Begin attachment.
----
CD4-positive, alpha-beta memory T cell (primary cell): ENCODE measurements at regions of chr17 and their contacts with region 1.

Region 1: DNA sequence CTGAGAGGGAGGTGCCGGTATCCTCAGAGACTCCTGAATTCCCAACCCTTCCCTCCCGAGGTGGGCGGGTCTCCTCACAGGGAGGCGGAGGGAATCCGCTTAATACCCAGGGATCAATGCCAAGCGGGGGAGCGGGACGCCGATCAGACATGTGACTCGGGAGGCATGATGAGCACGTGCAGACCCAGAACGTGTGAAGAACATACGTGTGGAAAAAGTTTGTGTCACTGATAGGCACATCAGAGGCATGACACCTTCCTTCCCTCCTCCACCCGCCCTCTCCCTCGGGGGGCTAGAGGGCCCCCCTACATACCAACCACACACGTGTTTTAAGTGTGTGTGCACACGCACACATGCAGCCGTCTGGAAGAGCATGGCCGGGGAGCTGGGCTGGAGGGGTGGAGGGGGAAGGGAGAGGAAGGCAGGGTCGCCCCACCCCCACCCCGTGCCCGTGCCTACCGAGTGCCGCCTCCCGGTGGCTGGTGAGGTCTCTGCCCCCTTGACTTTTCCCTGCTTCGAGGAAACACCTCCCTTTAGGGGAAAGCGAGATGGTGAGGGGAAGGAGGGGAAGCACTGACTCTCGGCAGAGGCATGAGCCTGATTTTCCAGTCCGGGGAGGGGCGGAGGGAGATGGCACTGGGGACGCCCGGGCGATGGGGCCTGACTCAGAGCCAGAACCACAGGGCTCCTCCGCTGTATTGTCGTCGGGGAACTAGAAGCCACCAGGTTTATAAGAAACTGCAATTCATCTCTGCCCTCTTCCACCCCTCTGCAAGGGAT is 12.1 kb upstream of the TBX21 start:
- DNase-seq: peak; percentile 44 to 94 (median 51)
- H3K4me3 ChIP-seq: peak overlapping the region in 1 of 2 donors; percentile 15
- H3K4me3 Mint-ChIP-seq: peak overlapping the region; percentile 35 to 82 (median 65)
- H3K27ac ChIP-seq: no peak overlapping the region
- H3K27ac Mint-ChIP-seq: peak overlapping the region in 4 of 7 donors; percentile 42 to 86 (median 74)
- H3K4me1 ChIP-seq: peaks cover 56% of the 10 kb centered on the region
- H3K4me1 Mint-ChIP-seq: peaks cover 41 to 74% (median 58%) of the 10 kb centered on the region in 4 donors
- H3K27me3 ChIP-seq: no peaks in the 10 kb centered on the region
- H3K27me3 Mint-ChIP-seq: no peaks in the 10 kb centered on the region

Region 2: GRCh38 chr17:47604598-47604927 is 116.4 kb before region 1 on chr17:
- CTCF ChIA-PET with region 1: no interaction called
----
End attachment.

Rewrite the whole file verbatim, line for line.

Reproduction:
CD4-positive, alpha-beta memory T cell (primary cell): ENCODE measurements at regions of chr17 and their contacts with region 1.

Region 1: DNA sequence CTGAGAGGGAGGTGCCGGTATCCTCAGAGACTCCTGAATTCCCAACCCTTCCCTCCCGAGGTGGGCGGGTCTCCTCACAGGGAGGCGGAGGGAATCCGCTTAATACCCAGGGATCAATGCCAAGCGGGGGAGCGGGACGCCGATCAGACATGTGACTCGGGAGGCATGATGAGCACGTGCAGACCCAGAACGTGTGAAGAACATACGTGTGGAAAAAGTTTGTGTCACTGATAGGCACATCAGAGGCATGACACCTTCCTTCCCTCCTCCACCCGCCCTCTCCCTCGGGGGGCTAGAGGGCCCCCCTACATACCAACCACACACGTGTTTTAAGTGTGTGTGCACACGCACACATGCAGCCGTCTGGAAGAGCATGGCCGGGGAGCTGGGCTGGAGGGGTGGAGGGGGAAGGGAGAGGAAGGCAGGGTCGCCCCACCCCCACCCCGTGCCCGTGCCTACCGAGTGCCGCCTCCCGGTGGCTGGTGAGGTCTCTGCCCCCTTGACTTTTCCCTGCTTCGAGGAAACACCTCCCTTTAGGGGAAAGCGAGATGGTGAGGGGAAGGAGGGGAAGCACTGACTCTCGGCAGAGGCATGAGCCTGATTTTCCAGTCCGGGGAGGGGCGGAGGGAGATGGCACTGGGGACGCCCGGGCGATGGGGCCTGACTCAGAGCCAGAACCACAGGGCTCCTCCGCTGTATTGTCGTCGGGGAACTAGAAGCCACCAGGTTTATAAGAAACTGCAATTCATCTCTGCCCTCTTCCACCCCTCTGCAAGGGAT is 12.1 kb upstream of the TBX21 start:
- DNase-seq: peak; percentile 44 to 94 (median 51)
- H3K4me3 ChIP-seq: peak overlapping the region in 1 of 2 donors; percentile 15
- H3K4me3 Mint-ChIP-seq: peak overlapping the region; percentile 35 to 82 (median 65)
- H3K27ac ChIP-seq: no peak overlapping the region
- H3K27ac Mint-ChIP-seq: peak overlapping the region in 4 of 7 donors; percentile 42 to 86 (median 74)
- H3K4me1 ChIP-seq: peaks cover 56% of the 10 kb centered on the region
- H3K4me1 Mint-ChIP-seq: peaks cover 41 to 74% (median 58%) of the 10 kb centered on the region in 4 donors
- H3K27me3 ChIP-seq: no peaks in the 10 kb centered on the region
- H3K27me3 Mint-ChIP-seq: no peaks in the 10 kb centered on the region

Region 2: GRCh38 chr17:47604598-47604927 is 116.4 kb before region 1 on chr17:
- CTCF ChIA-PET with region 1: no interaction called